Tax Lady Roni Deutch accused of duping consumersCalifornia Attorney General Edmund Brown is suing TV's Tax Lady Roni Deutch for $34 million, claiming she duped thousands of consumers who sought her tax advice.

"Tax Lady Roni Deutch is engaged in a heartless scheme that swindled people with tax problems," Brown said in a statement. "She promises to significantly reduce their IRS tax debts, but instead preys on their vulnerability, taking large up-front payments but providing little or no help in lowering their tax bills."

Deutch is a licensed attorney who runs a tax resolution law firm in California. Her claims to fame are her frequent appearances on late-night cable TV, NBC's Today Show, CNN and CNBC.


A spokeswoman for Deutch was not immediately available to comment on the lawsuit.

In the lawsuit, Brown accuses Deutch of airing misleading ads that feature fictional testimonials in which consumers claimed she helped them significantly lower their tax bills. One of the ads featured three clients who, according to Brown, still owe the IRS their entire bill, plus interest and penalties.

The lawsuit also accuses Deutch and her firm of using high-pressure sales tactics and taking advantage of seniors as well as disabled consumers, who can't afford to pay their tax debt. To convince consumers, Deutch's sale agents would claim that the firm had a success rate of 99%, but the lawsuit says that rate is actually 10%.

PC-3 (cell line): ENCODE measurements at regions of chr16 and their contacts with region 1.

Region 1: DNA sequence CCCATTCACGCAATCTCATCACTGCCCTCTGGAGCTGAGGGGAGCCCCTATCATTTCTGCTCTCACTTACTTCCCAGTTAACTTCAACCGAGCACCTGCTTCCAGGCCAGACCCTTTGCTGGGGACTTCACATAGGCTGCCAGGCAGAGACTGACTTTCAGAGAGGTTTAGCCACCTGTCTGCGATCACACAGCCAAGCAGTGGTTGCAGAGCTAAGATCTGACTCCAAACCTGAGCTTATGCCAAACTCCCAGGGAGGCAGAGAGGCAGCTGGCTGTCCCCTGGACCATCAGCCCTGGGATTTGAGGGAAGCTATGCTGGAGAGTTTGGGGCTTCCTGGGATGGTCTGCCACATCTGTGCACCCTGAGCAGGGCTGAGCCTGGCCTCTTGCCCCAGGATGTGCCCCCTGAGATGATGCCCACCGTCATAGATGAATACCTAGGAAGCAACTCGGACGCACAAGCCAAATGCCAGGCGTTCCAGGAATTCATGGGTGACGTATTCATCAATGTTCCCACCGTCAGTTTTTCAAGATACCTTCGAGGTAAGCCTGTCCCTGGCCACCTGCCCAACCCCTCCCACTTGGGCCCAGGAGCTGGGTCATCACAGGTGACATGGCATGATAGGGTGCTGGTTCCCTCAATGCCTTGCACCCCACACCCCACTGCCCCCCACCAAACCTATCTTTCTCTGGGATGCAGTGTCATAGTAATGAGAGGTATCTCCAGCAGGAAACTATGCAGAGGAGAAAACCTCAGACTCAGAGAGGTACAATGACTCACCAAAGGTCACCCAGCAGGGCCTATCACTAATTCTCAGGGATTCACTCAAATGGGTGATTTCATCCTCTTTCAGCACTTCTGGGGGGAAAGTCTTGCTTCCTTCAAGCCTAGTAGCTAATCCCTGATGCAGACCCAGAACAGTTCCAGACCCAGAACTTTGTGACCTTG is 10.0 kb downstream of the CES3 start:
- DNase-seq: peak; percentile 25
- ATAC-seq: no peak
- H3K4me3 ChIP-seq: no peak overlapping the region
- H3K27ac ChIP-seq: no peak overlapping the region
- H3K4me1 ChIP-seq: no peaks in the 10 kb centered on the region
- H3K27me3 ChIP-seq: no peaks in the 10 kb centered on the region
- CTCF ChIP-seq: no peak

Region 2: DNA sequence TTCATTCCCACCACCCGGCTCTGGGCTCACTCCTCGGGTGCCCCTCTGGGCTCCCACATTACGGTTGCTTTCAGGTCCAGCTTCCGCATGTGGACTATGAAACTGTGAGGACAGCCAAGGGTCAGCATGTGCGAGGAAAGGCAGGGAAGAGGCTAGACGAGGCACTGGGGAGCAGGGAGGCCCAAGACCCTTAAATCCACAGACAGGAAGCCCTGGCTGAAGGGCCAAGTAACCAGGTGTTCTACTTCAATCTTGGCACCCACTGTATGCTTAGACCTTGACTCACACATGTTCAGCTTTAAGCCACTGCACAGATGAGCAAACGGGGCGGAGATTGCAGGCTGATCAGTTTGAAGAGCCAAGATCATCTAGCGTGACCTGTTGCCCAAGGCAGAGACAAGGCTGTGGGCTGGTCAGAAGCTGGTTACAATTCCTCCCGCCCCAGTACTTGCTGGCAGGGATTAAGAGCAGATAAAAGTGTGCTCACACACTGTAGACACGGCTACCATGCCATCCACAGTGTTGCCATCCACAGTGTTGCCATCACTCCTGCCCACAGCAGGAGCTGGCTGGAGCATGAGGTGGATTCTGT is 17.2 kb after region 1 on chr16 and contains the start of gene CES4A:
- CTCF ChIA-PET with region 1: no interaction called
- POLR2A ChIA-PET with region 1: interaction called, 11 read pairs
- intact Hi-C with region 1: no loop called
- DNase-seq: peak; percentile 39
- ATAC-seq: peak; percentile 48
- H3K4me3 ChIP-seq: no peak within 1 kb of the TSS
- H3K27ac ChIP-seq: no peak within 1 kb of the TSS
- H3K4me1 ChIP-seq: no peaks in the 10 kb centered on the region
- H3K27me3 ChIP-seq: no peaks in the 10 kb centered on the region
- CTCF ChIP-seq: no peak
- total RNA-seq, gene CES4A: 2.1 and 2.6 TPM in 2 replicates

Clients are also promised that they qualify for the IRS's tax debt resolution program, which Brown says is misleading because only the IRS can make that decision.

Sales agents allegedly make a number of other false promises during their contact with the client, such as that retaining the firm will stop or prevent the IRS from collecting on back taxes and stop or prevent the IRS from garnishing wages.

"Defendants specifically misled many clients into believing that once they give Defendants power of attorney over their tax debt, the IRS can no longer collect on their tax debt," the lawsuit reads. "Later ... these clients are subject to wage garnishments, bank levies and/or federal taxes."

The attorney general's office says hundreds of Deutch's clients have filed complaints. In addition to not lowering their debts, consumers says she also refused to refund fees of as much as $4,700 that her firm charged.

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